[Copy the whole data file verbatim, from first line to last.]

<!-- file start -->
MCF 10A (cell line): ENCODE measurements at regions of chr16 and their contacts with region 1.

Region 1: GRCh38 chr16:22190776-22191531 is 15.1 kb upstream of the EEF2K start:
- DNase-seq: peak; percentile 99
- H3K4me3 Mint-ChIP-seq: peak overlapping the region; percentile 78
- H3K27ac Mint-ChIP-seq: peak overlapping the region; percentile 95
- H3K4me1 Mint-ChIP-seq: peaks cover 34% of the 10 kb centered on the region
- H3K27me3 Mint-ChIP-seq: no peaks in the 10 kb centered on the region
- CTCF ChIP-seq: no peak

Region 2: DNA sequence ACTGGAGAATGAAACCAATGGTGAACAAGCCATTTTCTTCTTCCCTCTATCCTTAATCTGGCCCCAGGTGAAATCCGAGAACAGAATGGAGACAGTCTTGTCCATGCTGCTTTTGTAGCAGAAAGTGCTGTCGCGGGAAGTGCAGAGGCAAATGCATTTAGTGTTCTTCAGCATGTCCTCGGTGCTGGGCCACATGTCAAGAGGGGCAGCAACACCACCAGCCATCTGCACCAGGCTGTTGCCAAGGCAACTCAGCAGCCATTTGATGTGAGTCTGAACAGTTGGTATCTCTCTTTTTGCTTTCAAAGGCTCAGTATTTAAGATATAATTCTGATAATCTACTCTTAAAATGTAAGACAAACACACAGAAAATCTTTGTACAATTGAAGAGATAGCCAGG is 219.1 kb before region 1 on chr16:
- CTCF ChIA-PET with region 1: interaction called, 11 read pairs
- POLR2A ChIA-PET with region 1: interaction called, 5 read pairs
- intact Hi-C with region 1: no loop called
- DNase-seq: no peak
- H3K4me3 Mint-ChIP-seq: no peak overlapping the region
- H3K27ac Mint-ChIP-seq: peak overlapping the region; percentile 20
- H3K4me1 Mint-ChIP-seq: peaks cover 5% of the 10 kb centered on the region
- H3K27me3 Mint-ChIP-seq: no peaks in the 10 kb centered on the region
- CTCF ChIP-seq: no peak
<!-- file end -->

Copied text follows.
MCF 10A (cell line): ENCODE measurements at regions of chr16 and their contacts with region 1.

Region 1: GRCh38 chr16:22190776-22191531 is 15.1 kb upstream of the EEF2K start:
- DNase-seq: peak; percentile 99
- H3K4me3 Mint-ChIP-seq: peak overlapping the region; percentile 78
- H3K27ac Mint-ChIP-seq: peak overlapping the region; percentile 95
- H3K4me1 Mint-ChIP-seq: peaks cover 34% of the 10 kb centered on the region
- H3K27me3 Mint-ChIP-seq: no peaks in the 10 kb centered on the region
- CTCF ChIP-seq: no peak

Region 2: DNA sequence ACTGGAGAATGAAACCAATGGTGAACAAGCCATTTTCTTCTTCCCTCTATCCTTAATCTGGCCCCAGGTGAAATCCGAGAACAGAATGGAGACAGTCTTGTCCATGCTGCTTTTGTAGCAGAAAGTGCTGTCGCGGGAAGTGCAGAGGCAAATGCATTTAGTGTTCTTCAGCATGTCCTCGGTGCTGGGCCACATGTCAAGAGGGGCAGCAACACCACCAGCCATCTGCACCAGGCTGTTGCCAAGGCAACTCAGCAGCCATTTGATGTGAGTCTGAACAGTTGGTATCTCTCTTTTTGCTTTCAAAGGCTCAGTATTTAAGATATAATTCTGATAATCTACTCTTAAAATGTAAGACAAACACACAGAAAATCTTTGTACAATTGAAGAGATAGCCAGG is 219.1 kb before region 1 on chr16:
- CTCF ChIA-PET with region 1: interaction called, 11 read pairs
- POLR2A ChIA-PET with region 1: interaction called, 5 read pairs
- intact Hi-C with region 1: no loop called
- DNase-seq: no peak
- H3K4me3 Mint-ChIP-seq: no peak overlapping the region
- H3K27ac Mint-ChIP-seq: peak overlapping the region; percentile 20
- H3K4me1 Mint-ChIP-seq: peaks cover 5% of the 10 kb centered on the region
- H3K27me3 Mint-ChIP-seq: no peaks in the 10 kb centered on the region
- CTCF ChIP-seq: no peak